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  1. #26
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    Quote Originally Posted by r937
    disagree most strongly
    Maybe my meaning wasn't conveyed, or intepretted differently. The "developer" here means the ones that are designing the website and coding it. The "developer" that I mean are working for the clients who will put up the information, rather than us, the ones that are working on the technical stuff of the website. In that case, I'd say that the "header" and "footer" are much more straight forward than "logo image". If you are worrying about the client not understanding where they should place their information, you could well give them a list of divs and the corresponding information placement. Whereas, if you create the divs based on the info rather than the presentation, the next develop who comes in to modify your site will most likely be at a loss.

    Anyway this is going off-topic, all I was saying was the being a developer working for a client, presentation weighs more than information on the developer side. And the only time when a developer needs to worry about the information should be when they are designing the site so then the theme fits.

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    SitePoint Wizard aaron.martone's Avatar
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    Quote Originally Posted by r937
    sounds like a law firm
    I whole-heartedly recommend Dewey Sueum & Howe.

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    SitePoint Wizard chris_fuel's Avatar
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    that's easy -- a machine (e.g. a search engine bot) can figure out what a TITLE is, what an H1 is, which words/phrases to give more weight to via STRONG and EM, and so on

    DIVs being meaningless, it cannot extract any meaning from them
    HTMLX, XHTML, and XML themselves are absolutely meaningless. What gives it meaning is the parser (UA in the instance of HTML/XHTML). Why does a search engine bot know that <title> means something? Because some guys got together and went "Oh snap! Title should express a title! Brilliant!" while toasting to Guiness beer. Then in turn, some guy getting paid decent/crappy wages said "Hmm, that sounds like a good idea, let me make my search engine bot figure out that the title of this page comes from the title". Now with the <div>, some guys were like "Hey, let's divide up a page!", which comes down to the programmer who says "Hmm, let's shove some physical structure in here and toss out a linebreak to divide things up".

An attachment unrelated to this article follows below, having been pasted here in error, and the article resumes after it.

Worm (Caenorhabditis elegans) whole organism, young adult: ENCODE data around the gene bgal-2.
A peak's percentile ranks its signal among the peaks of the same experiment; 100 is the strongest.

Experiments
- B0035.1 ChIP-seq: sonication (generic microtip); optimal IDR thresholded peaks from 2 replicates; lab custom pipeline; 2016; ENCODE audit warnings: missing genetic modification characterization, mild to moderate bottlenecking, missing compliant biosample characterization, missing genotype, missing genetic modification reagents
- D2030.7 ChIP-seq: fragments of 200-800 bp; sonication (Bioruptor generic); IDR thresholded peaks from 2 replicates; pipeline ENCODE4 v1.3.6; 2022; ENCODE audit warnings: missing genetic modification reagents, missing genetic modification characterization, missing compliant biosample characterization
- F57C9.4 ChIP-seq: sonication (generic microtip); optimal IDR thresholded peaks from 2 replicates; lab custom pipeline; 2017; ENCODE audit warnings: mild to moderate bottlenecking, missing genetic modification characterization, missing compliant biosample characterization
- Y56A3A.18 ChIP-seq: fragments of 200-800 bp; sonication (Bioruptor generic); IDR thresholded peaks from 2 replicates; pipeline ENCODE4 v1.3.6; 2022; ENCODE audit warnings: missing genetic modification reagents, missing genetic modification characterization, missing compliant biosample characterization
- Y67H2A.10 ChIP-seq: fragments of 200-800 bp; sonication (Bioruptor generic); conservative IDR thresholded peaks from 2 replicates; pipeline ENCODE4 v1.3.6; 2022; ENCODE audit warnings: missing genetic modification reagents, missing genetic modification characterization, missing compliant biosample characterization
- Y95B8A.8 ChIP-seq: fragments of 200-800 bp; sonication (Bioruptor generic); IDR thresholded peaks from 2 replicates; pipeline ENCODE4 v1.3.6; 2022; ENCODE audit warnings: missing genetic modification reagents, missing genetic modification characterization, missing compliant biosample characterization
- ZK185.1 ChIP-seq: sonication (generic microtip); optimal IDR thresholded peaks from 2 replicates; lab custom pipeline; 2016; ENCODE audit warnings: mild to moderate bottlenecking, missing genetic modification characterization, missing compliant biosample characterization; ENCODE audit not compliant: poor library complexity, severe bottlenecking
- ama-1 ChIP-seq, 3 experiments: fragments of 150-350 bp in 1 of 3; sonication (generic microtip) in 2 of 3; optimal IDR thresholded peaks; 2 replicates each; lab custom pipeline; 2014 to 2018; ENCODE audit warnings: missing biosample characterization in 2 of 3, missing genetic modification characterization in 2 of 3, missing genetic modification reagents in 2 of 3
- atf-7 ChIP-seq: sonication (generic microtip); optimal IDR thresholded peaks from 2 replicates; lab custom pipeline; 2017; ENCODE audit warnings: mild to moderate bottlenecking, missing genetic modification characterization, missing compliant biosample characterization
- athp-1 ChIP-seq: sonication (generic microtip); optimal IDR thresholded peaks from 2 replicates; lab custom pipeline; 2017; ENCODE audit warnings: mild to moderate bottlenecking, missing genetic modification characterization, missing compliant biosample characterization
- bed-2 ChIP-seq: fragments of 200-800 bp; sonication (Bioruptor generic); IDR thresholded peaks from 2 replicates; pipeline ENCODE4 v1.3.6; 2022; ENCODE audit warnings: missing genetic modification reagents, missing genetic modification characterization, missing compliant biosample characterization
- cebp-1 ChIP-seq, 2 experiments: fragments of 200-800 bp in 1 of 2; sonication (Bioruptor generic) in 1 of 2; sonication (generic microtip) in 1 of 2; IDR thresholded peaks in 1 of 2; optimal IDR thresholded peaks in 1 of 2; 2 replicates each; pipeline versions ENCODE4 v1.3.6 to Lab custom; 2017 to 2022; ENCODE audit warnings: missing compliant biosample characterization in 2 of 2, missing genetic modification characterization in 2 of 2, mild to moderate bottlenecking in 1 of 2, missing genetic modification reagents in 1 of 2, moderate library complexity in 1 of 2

So, does <title> actually mean anything? If I give a parser that knows nothing about how to parse a <title> tag a <title> tag, it's just one more thing that gets in the way.

    Now, if a parser is updated to accept <div id="footer"> as a footer, and work with it differently, then yes, the element does produce meaning. Remember folks, attributes are held within elements for a reason, because they are part of the element itself. If you don't believe me look at any DTD/XML Schema document out there.

    So again I ask, what's the point of all this again?

  4. #29
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    Quote Originally Posted by chris_fuel
    So again I ask, what's the point of all this again?
    okay, one example: search engines

    do you think TITLE is meaningless for search engines? no!

    do you think STRONG and EM and UL and all the other semantic tags have meaning for search engines? yes!

    does DIV do anything for your search engine listing? no!

    does adding id="footer" help with what the search engine thinks your site is about? no

    that's one example, and one that you should ignore at your peril (or, more specifically, at the peril of a good listing)

    right?
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  5. #30
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    Quote Originally Posted by kefeso
    Maybe my meaning wasn't conveyed, or intepretted differently. The "developer" here means the ones that are designing the website and coding it. The "developer" that I mean are working for the clients who will put up the information, rather than us, the ones that are working on the technical stuff of the website.
    Maybe you mean designer?

  6. #31
    SitePoint Wizard chris_fuel's Avatar
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    Quote Originally Posted by r937
    okay, one example: search engines

    do you think TITLE is meaningless for search engines? no!

    do you think STRONG and EM and UL and all the other semantic tags have meaning for search engines? yes!

    does DIV do anything for your search engine listing? no!

    does adding id="footer" help with what the search engine thinks your site is about? no